I cannot speak for Britain, but the reason lockdown doesn’t have the effect it was supposed to have in South Africa has much to do with the country’s unstable infrastructures and volatile economy (South Africa’s state-owned enterprises have been surviving on state bailouts for years and the country has recently taken the decision to liquidated its national airline, the SAA, after years of mismanagement). As a result, South Africans have become very self-sufficient whilst making the most of their entrepreneurial abilities. When the South African president, Cyril Ramaphosa, announced that the sale of tobacco and alcohol would be prohibited during the national lockdown from the end of March, many South Africans decided that this was unconstitutional and ‘made another plan’ (the South African phrase for ‘Plan B’). The resulted in many smokers getting their supply of cigarettes from ‘unofficial’ sources as well as a spike (actually more akin to a wedge) in pineapple and yeast sales, as people brewed their own version of homemade pineapple beer. At the same time, there was also a gentleman across social media who subsidised his own income by delivering wine using an arial drone! When there was a clamp-down on these ‘illicit’ activities, some resorted to looting and burgling liquor stores, on a couple of occasions with the help of selected members of the South African Police force, who were meant to be enforcing the lockdown in the first place!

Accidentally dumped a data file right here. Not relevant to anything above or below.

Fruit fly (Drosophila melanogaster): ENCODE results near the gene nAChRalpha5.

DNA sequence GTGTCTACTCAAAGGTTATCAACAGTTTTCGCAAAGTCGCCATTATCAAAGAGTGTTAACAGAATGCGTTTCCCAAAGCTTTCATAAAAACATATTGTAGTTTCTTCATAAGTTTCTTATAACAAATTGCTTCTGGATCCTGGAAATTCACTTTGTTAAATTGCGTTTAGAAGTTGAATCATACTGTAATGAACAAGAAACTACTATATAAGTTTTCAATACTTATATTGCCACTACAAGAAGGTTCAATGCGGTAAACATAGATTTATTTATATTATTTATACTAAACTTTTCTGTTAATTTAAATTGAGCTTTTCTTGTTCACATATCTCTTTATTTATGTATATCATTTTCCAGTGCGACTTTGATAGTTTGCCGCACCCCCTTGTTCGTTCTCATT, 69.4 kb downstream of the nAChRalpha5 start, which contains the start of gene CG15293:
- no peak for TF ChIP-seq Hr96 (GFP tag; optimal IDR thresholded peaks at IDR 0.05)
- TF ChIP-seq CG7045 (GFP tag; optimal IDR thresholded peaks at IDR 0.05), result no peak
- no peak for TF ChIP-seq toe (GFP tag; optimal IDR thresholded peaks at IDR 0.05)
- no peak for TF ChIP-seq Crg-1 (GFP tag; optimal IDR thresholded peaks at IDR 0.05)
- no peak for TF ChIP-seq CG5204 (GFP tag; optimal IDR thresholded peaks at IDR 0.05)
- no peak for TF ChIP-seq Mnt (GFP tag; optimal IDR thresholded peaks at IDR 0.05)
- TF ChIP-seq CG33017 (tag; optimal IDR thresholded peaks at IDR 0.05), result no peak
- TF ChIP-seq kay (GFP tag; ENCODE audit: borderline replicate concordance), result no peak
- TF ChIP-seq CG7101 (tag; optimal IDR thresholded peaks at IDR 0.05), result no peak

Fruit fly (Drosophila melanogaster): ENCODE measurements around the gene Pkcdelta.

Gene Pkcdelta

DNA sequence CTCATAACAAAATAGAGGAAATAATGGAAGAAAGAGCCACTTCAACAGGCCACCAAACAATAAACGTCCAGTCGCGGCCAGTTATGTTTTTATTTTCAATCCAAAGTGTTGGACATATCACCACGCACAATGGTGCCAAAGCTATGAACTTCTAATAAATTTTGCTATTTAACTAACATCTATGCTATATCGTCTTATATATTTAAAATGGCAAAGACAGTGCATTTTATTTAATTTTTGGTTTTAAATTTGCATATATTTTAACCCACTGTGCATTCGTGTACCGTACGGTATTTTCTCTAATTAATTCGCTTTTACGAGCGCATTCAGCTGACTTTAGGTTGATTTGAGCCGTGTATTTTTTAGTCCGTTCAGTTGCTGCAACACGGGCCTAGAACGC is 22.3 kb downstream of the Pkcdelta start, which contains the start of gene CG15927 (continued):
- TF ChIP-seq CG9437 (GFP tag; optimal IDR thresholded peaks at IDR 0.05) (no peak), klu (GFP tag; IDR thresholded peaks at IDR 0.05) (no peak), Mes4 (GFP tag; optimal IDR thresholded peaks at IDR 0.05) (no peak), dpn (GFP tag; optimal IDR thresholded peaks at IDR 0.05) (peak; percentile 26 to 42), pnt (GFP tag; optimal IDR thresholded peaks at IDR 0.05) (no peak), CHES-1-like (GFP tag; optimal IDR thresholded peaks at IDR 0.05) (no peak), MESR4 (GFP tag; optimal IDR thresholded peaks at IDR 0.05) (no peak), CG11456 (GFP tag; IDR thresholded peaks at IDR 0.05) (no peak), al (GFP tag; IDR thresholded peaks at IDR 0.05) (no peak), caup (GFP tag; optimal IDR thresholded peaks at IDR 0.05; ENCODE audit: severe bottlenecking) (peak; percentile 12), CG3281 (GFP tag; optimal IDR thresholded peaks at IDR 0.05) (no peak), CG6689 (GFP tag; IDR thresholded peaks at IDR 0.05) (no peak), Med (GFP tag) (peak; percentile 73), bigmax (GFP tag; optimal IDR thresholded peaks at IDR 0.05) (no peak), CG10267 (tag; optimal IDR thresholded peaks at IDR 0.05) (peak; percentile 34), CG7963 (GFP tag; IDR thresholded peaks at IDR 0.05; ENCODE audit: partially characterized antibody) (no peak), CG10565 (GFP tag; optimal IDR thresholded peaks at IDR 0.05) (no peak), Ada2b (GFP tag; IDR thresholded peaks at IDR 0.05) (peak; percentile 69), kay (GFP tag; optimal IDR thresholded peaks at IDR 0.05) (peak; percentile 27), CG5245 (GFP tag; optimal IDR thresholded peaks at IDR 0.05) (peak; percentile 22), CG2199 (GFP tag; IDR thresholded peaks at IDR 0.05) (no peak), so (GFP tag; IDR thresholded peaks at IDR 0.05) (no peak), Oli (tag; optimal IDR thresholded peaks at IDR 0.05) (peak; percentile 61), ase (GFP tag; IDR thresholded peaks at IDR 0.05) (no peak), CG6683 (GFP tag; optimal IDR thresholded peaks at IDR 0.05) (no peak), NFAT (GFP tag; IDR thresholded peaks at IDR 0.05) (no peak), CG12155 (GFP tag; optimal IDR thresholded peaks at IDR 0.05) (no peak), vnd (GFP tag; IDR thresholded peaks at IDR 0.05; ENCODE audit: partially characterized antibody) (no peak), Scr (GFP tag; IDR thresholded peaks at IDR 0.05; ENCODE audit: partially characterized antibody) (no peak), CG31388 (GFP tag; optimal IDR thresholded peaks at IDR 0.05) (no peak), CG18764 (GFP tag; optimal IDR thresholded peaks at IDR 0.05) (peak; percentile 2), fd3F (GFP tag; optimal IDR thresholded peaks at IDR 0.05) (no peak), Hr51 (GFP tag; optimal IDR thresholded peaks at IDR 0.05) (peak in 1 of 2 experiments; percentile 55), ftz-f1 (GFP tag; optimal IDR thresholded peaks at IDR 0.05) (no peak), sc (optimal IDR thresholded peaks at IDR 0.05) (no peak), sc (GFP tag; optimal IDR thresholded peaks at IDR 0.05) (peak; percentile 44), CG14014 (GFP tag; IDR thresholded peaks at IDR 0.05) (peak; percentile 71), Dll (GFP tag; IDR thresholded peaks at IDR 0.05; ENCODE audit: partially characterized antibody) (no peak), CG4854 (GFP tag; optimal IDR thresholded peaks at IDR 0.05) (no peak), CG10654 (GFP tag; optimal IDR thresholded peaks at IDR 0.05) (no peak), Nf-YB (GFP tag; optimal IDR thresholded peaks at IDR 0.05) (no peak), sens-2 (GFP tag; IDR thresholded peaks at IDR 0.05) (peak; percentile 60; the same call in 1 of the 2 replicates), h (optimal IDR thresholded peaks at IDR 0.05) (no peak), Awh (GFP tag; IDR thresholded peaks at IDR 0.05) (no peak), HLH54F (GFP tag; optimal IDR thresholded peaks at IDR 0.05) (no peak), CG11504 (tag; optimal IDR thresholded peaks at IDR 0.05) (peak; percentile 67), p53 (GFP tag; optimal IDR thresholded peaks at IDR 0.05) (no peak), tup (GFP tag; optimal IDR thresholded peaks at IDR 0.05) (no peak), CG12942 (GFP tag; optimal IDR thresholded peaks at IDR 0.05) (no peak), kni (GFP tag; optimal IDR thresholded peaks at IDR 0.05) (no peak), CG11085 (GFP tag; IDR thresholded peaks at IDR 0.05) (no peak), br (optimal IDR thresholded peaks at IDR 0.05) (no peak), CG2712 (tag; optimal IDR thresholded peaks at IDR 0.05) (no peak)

Any instrumental teacher worth their pedagogical salt will tell you just how important it is to address the basics such as rhythm, the reading of musical notation, posture and technique. At the same time, no two students are the same, and I have always felt that one of the hallmarks of a great teacher is the ability to successfully convey the same information to different individuals to achieve the desired result. Despite their differing styles of pianism and musical interpretation, Ossip Gabrilowitsch, Benno Moisewitsch, and Artur Schnabel all studied with Theodor Leschetizky. And even though Emil Gilels, Radu Lupu and Sviatoslav Richter were the student of Heinrich Neuhaus, all three of them could not have been more different in terms of their musical temperament. However, all these great pianists have one thing in common (that is if we discount their massive technique and repertoire, which is taken for granted at the highest level), they are first and foremost, musicians of the highest order (I say this with a slight reservation, because some of Richter’s late performances can be slightly off the mark, to say the least). In short: Gilels, Lupu and Richter all put the composer before themselves. I have always got the impression while listening to Gilels and Lupu’s performances (of Beethoven and Brahms in particular) that this is what the composer themselves wanted to say, only now they are saying it through the performer, who acts as a kind of conduit. As we entered an age of remote teaching, one only has to look at the YouTube channel of Graham Fitch and Josh Wright, two outstanding pedagogues who often remind the viewers that there is no one way of playing the piano. Sweeping statement perhaps, but it is possible to say that the techniques introduced in both Fitch and Wright’s video tutorials have one primary function: the economy of physical movement through the release of tension, which make for more efficient interpretation of the musical score.